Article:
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Lecture 4
Game Theory
Source:
/1
/
D.R.Anderson, D.J.Sweeney, T.A.Williams. Quantitative Methods for Business, South
Western College Publishing, 11th edition.
Chapter 5.
Contents:
4.1
Introduction to Game Theory
4.2
Mixed Strategy games
4.1 Introduction to Game Theory
In decision analysis, a single decision maker seeks to select an optimal decision
alternative after considering the possible outcomes of one or more chance events. In game
theory, two or more decision makers are called players, and they compete as adversaries
against each other. Each player selects a strategy independently without knowing in advance
the strategy of the other player or players. The combination of the competing strategies
provides the value of the game to the players. Game theory applications have been developed
for situations in which the competing players are teams, companies, political candidates,
armies, and contract bidders.
In this section, we describe
twoperson, zerosum games
.
Twoperson
means that two
competing players take part in the game.
Zerosum
means that the gain (or loss) for one player
is equal to the corresponding loss (gain) for the other player. As a result, the gain and loss
balance out so that the game results in the sum of zero. What one player wins, the other player
loses. Let us demonstrate a twoperson, zerosum game and its solution by considering two
companies competing for market share.
Example 4.1.
Competing for Market Share
Suppose that two companies are the only manufacturers of a particular product; they
compete against each other for market share. In planning a marketing strategy for the coming
year, each company is considering three strategies designed to take market share from the other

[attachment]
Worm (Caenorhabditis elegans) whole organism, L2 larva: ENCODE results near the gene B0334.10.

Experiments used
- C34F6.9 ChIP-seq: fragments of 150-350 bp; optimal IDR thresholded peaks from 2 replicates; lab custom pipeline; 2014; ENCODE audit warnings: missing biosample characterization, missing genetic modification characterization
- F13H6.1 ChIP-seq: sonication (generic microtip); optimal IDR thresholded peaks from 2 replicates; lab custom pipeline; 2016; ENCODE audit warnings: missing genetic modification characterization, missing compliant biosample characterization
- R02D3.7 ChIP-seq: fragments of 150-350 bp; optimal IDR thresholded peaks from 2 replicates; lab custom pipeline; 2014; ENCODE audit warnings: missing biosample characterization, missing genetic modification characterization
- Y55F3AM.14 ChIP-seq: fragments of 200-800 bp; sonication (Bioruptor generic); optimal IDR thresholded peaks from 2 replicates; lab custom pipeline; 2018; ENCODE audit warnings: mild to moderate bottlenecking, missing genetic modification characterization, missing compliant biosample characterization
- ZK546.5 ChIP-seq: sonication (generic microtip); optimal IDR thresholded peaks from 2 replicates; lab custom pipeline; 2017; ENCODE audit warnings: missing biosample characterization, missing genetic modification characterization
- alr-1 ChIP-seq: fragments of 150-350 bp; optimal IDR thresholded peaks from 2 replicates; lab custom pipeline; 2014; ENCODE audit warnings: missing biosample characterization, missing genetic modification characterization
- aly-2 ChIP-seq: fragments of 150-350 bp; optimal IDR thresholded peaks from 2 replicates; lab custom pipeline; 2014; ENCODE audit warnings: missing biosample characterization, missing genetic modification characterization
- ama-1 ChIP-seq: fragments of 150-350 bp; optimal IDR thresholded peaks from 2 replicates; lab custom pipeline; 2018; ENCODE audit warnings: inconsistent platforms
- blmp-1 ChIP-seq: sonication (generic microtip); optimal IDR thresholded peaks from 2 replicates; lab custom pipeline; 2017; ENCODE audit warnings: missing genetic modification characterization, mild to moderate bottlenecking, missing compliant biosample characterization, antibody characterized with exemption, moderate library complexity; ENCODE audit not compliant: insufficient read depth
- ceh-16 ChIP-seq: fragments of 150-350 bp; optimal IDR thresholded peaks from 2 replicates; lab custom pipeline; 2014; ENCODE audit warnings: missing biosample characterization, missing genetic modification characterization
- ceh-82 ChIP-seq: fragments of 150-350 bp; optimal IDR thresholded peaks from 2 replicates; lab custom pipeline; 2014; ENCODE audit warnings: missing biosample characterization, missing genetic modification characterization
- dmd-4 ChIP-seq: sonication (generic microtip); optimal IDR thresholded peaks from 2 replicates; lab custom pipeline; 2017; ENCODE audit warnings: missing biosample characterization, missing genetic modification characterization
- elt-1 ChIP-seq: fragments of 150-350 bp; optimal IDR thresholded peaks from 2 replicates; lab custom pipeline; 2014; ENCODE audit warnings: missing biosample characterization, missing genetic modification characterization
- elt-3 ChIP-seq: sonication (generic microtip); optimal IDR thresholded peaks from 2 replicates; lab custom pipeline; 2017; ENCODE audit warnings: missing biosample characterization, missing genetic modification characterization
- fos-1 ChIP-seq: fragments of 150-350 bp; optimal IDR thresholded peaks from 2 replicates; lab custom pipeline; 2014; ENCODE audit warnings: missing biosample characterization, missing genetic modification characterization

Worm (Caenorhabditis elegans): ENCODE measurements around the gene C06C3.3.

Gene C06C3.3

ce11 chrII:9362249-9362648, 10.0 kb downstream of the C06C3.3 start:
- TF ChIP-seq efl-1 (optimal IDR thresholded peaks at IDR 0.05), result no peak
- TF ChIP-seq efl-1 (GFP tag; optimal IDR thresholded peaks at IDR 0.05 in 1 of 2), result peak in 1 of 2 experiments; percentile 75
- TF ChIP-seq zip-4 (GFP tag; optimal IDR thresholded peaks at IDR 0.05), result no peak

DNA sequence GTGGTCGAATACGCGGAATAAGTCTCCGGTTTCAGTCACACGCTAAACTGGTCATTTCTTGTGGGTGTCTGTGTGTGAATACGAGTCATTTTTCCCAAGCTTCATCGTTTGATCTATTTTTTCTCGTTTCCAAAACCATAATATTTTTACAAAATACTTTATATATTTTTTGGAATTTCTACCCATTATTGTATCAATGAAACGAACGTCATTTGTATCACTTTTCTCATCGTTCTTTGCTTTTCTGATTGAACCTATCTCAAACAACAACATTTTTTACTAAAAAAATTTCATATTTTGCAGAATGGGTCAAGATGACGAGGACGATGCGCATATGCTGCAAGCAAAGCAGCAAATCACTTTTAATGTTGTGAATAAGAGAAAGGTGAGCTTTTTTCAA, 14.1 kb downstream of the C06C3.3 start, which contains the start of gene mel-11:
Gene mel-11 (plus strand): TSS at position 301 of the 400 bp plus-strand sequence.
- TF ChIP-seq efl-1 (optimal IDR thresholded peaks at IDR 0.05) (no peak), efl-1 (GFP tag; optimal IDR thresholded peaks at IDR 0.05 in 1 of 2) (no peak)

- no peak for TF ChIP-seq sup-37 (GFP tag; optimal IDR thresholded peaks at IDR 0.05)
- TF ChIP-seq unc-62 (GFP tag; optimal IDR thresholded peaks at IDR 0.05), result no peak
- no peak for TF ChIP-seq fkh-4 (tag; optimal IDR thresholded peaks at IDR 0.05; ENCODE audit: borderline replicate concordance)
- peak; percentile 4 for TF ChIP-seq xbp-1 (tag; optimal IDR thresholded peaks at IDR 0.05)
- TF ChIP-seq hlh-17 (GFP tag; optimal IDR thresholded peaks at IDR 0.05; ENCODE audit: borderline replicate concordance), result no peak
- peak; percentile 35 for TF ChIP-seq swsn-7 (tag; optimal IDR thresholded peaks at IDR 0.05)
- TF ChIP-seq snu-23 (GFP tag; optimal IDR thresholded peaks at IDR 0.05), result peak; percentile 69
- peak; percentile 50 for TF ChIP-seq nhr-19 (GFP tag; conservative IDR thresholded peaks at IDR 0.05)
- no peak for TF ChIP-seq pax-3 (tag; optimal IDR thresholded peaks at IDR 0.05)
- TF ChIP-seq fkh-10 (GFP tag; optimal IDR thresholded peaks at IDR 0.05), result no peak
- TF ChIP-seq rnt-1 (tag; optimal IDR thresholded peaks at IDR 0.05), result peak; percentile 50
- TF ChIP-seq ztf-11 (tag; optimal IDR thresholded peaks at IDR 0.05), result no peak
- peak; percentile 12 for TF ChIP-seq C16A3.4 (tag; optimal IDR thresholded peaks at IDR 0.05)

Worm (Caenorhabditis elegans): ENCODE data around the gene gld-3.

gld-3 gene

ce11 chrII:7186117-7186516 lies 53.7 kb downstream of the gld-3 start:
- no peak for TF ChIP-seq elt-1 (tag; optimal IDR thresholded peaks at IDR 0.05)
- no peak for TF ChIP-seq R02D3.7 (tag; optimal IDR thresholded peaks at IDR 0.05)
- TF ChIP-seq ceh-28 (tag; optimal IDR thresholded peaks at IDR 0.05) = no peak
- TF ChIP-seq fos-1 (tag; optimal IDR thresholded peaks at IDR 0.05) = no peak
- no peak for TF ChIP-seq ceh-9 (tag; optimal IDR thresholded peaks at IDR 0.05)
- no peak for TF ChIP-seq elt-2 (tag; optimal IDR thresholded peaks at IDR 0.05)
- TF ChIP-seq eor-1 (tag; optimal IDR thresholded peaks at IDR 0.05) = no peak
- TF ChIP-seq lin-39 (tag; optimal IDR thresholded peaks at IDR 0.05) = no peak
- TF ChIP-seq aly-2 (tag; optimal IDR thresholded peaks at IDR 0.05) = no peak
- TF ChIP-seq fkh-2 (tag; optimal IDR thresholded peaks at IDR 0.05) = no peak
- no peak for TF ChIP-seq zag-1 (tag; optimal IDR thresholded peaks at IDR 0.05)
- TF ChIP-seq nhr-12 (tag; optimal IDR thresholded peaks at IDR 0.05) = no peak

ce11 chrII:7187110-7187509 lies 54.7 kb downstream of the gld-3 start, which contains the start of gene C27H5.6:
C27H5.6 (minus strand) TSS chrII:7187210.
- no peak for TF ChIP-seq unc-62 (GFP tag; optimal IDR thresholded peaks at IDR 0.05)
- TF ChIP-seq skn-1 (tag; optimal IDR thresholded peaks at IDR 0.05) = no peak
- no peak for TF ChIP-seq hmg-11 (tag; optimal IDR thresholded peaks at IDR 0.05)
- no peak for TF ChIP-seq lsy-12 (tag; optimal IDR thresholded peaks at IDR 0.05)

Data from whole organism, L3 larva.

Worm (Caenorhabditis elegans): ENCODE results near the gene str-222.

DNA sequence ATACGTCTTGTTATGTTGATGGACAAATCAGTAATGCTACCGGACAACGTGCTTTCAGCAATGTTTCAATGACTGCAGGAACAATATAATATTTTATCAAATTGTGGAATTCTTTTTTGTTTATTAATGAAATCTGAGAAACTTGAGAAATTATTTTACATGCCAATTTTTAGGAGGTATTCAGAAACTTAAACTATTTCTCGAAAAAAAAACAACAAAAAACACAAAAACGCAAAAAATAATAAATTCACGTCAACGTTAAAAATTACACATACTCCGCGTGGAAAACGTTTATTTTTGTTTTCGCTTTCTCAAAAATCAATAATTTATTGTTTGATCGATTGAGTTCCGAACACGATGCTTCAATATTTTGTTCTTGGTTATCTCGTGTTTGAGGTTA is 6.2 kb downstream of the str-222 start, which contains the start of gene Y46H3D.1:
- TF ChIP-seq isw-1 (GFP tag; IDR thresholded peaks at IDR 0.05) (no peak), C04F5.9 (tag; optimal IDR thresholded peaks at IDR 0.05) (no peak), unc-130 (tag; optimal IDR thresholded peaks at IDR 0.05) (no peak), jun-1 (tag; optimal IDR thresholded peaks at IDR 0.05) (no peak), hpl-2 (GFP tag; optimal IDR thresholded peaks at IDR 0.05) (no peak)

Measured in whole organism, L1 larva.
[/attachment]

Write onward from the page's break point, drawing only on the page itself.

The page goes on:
company. The three strategies, assumed to be the same for both companies, are as follows:
Strategy 1
Increase advertising
Strategy 2
Provide quantity discounts
Strategy 3
Extend product warranty
A payoff table showing the percentage gain in the market share for Company A expected for
each combination of strategies follows. The notations
a
1 ,
a
2
,
and
a
3
identify the three strategies
for Company A; the notations
b
1
,b
2
,
and
b
3
identify the three strategies for Company B. It is a
zerosum game because any gain in market share for Company A is a loss in market share for
Company B.
Company B
Increase
Advertising
b
1
Quantity
Discounts
b
2
Extend
Warranty
b
3
Company A
Increase Advertising,
a
1
4
3
2
Quantity Discounts,
a
2
1
4
1
Extend Warranty,
a
3
5
2
0
1
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View Full DocumentIn interpreting the entries in the table we see that if Company A increases advertising (
a
1
)
and Company В increases advertising (
b
1
), Company A will come out ahead with an increase
in market share of 4%. On the other hand, if Company A provides quantity discounts (
a
2
) and
Company В increases advertising (
b
1
), Company A is projected to lose 1% of market share to
Company B. Company A is seeking payoff values that show relatively large increases in its
market share. Company В is seeking payoff values that show decreases or small increases in
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 Spring '11
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 Game Theory

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